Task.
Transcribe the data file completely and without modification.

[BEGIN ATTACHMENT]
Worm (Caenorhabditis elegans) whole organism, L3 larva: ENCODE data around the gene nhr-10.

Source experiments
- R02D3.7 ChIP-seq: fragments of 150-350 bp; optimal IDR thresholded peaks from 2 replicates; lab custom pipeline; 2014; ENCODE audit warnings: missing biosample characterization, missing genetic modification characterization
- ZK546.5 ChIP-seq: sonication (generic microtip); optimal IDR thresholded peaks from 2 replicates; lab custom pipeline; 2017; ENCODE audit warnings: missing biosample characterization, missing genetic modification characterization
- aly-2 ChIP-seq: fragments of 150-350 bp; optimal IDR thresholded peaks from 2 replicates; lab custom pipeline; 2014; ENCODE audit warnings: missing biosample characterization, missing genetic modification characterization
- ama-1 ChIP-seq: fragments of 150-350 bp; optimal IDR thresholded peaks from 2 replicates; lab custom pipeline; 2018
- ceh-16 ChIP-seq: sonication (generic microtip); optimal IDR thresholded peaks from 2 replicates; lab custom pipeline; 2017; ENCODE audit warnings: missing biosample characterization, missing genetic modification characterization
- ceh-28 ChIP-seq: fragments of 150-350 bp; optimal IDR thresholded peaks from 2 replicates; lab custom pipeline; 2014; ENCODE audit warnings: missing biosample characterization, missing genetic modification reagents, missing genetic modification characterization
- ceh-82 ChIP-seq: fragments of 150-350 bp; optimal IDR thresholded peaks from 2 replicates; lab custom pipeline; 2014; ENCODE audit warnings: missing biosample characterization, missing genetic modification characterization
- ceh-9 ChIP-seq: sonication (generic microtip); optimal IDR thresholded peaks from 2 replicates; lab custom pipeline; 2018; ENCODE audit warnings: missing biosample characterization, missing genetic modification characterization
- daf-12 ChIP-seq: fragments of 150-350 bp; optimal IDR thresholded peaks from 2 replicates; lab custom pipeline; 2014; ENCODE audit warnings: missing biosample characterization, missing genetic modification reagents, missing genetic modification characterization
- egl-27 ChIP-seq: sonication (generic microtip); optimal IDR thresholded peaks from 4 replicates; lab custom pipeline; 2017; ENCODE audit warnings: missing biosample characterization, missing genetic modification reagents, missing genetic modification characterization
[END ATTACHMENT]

Worm (Caenorhabditis elegans) whole organism, L3 larva: ENCODE data around the gene nhr-10.

Source experiments
- R02D3.7 ChIP-seq: fragments of 150-350 bp; optimal IDR thresholded peaks from 2 replicates; lab custom pipeline; 2014; ENCODE audit warnings: missing biosample characterization, missing genetic modification characterization
- ZK546.5 ChIP-seq: sonication (generic microtip); optimal IDR thresholded peaks from 2 replicates; lab custom pipeline; 2017; ENCODE audit warnings: missing biosample characterization, missing genetic modification characterization
- aly-2 ChIP-seq: fragments of 150-350 bp; optimal IDR thresholded peaks from 2 replicates; lab custom pipeline; 2014; ENCODE audit warnings: missing biosample characterization, missing genetic modification characterization
- ama-1 ChIP-seq: fragments of 150-350 bp; optimal IDR thresholded peaks from 2 replicates; lab custom pipeline; 2018
- ceh-16 ChIP-seq: sonication (generic microtip); optimal IDR thresholded peaks from 2 replicates; lab custom pipeline; 2017; ENCODE audit warnings: missing biosample characterization, missing genetic modification characterization
- ceh-28 ChIP-seq: fragments of 150-350 bp; optimal IDR thresholded peaks from 2 replicates; lab custom pipeline; 2014; ENCODE audit warnings: missing biosample characterization, missing genetic modification reagents, missing genetic modification characterization
- ceh-82 ChIP-seq: fragments of 150-350 bp; optimal IDR thresholded peaks from 2 replicates; lab custom pipeline; 2014; ENCODE audit warnings: missing biosample characterization, missing genetic modification characterization
- ceh-9 ChIP-seq: sonication (generic microtip); optimal IDR thresholded peaks from 2 replicates; lab custom pipeline; 2018; ENCODE audit warnings: missing biosample characterization, missing genetic modification characterization
- daf-12 ChIP-seq: fragments of 150-350 bp; optimal IDR thresholded peaks from 2 replicates; lab custom pipeline; 2014; ENCODE audit warnings: missing biosample characterization, missing genetic modification reagents, missing genetic modification characterization
- egl-27 ChIP-seq: sonication (generic microtip); optimal IDR thresholded peaks from 4 replicates; lab custom pipeline; 2017; ENCODE audit warnings: missing biosample characterization, missing genetic modification reagents, missing genetic modification characterization